Beech, bellflower, birch, bladderwort, cattail, daisy, grass, greenbrier, heath, laurel, madder, maple, nettle, olive, pepperbush, pine, pondweed, rush, sedge, water-lily and willow families promote sweetflag spreadwings.
Blue eyes, broad pale thoracic fronts, dark abdomens, dark thoraxes with broad midline and shoulder stripes and large ovipositors qualify as adult female hallmarks. Adult males reveal blue eyes and upper lips and somewhat gray-powdered black thoraxes with blue-green, narrow frontal stripes and pale undersides and somewhat gray-powdered metallic green-black abdomens. Adults show off 1.29- to 1.65-inch (33- to 42-millimeter) head-body lengths, 1.02- to 1.18-inch (26- to 30-millimeter) abdomens and 0.79- to 1.02-inch (20- to 26-millimeter) hindwings.
Blue-striped thoraxes and small ovipositors always tell respectively on male and female northern and southern spreadwings in transit through North American sweetflag spreadwing damselfly habitats.

male sweetflag spreadwing damselfly (above) and female sweetflag spreadwing damselfly (below): U.S. Army Corps of Engineers-New England District, Public Domain, via Wikimedia Commons

Acknowledgment
My special thanks to talented artists and photographers/concerned organizations who make their fine images available on the internet.

Image credits:
sweetflag spreadwing damselfly (Lestes forcipatus) at Parc des Prairies, Laval-des-Rapides, southwestern Quebec, eastern Canada; Aug. 3, 2014: Jean-Marie Van der Maren (jmvdMaren), CC BY ND 2.0, via Flickr @ https://www.flickr.com/photos/jmvdmaren/16327519662/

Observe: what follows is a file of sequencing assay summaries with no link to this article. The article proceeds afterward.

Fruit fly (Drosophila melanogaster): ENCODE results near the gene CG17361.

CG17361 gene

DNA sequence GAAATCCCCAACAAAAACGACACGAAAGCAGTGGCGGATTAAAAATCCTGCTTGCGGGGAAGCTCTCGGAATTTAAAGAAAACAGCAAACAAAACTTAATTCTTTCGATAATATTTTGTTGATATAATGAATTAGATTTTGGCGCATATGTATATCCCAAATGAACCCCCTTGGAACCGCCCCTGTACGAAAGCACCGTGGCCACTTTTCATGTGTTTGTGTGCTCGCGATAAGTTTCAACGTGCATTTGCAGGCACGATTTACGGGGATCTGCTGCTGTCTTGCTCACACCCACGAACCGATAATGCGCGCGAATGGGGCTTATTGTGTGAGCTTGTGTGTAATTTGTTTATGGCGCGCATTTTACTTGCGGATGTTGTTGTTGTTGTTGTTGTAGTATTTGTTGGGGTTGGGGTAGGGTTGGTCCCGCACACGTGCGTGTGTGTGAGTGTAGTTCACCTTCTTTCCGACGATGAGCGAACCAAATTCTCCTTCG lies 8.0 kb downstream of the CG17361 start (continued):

male sweetflag spreadwing damselfly (above) and female sweetflag spreadwing damselfly (below): U.S. Army Corps of Engineers-New England District, Public Domain, via Wikimedia Commons @ https://commons.wikimedia.org/wiki/File:Lestes_forcipatus.gif

For further information:
Abbott, John C. Dragonflies and Damselflies of Texas and the South-Central United States: Texas, Louisiana, Arkansas, Oklahoma and New Mexico. Princeton NJ; Oxford UK: Princeton University Press, 2005.
Beaton, Giff. Dragonflies & Damselflies of Georgia and the Southeast. Athens GA; London UK: University of Georgia Press, 2007.
Berger, Cynthia. Dragonflies. Mechanicsburg PA: Stackpole Books: Wild Guide, 2004.
Bright, Ethan. "Lestes forcipatus Rambur, 1842: 246 -- Sweetflag Spreadwing." Aquatic Insects of Michigan > Odonata (Dragon- and Damselflies) of Michigan > Zygoptera, Selys, 1854 > Lestidae, Calvert 1901 (Spreadwings) > Lestes Leach, 1815 (Pond Spreadwings).
Available @ http://www.aquaticinsects.org/sp/Odonata/sp_oom.html
"Lestes forcipatus." James Cook University-Medusa: The Odonata - Dragonflies and Damselflies > Zygoptera > Lestidae > Lestes.
Available via James Cook University-Medusa @ https://medusa.jcu.edu.au/Dragonflies/openset/displaySpecies.php?spid=4467
Paulson, Dennis. Dragonflies and Damselflies of the East. Princeton NJ: Princeton University Press, Princeton Field Guides, 2011.
Rambur, P. (Jules Pierre). "4. Lestes forcipata, mihi." Histoire Naturelle des Insectes. Névroptères: 246. Paris, France: Librairie Encyclopédique de Roret, 1842.
Available via HathiTrust @ https://hdl.handle.net/2027/mdp.39015058433833?urlappend=%3Bseq=278
Available via Internet Archive @ https://archive.org/stream/histoirenaturel53buffgoog#page/n291/mode/1up